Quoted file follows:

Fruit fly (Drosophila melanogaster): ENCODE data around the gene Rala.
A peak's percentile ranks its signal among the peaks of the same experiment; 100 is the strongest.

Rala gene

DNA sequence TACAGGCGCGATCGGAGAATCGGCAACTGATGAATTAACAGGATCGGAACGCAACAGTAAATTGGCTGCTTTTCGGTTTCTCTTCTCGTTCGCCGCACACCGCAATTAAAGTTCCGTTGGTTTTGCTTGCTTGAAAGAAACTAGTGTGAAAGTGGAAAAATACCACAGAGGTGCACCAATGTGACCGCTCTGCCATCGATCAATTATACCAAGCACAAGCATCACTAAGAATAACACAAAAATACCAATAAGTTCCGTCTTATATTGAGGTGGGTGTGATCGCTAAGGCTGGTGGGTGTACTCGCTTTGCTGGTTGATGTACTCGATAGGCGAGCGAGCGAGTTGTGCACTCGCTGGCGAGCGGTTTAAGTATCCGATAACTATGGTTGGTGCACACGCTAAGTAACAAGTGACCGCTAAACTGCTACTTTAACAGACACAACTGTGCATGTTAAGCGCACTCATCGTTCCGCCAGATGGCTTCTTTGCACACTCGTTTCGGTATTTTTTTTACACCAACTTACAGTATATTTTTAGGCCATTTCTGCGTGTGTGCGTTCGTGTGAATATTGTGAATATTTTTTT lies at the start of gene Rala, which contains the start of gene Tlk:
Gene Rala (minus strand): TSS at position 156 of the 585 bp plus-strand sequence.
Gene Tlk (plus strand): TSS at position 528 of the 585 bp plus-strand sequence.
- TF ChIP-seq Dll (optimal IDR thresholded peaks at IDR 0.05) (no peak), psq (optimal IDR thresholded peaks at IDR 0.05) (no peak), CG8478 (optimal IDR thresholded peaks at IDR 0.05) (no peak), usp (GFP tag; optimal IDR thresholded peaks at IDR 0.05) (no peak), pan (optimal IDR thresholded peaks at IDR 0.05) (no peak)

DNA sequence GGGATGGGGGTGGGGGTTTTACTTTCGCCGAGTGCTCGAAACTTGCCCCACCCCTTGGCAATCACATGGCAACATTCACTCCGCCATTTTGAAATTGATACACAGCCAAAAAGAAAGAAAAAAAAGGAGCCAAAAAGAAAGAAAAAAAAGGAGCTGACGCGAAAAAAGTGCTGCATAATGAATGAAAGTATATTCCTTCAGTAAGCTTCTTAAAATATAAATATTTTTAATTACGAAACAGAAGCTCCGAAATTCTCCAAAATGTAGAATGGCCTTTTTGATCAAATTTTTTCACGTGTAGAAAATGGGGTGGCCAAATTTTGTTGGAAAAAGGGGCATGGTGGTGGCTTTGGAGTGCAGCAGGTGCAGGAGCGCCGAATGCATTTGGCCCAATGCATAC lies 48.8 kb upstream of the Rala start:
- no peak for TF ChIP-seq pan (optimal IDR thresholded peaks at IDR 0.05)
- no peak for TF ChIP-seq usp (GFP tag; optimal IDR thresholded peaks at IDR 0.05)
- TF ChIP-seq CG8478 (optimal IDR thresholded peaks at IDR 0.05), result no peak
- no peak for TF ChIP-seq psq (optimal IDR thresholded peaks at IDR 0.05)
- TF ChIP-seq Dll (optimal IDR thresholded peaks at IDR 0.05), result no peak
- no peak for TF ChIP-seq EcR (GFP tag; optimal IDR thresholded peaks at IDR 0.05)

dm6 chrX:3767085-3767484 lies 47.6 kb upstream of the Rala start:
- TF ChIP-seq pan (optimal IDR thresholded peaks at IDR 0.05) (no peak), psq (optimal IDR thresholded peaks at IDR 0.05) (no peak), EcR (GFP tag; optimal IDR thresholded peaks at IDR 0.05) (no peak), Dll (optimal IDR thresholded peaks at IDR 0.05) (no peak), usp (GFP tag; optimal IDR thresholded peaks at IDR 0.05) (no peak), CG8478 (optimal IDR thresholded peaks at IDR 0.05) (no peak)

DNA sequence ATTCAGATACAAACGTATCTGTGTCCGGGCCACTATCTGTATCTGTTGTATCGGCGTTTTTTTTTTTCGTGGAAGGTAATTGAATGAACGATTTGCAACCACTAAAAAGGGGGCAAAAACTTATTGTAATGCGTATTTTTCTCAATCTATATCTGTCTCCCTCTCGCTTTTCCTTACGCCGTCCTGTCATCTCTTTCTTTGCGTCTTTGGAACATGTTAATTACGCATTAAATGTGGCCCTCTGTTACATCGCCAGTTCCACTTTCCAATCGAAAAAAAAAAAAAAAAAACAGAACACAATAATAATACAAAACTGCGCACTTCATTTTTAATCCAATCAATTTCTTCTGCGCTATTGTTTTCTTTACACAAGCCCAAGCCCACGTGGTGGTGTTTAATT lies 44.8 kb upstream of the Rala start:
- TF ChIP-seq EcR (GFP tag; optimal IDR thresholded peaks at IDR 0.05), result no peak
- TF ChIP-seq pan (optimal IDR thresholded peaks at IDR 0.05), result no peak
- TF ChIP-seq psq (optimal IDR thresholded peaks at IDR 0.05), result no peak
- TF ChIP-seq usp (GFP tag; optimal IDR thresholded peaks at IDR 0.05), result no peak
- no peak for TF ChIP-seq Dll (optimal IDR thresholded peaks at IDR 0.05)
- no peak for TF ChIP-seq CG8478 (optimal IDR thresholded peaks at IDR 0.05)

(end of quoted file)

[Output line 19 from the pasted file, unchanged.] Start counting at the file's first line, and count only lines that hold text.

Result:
- TF ChIP-seq pan (optimal IDR thresholded peaks at IDR 0.05), result no peak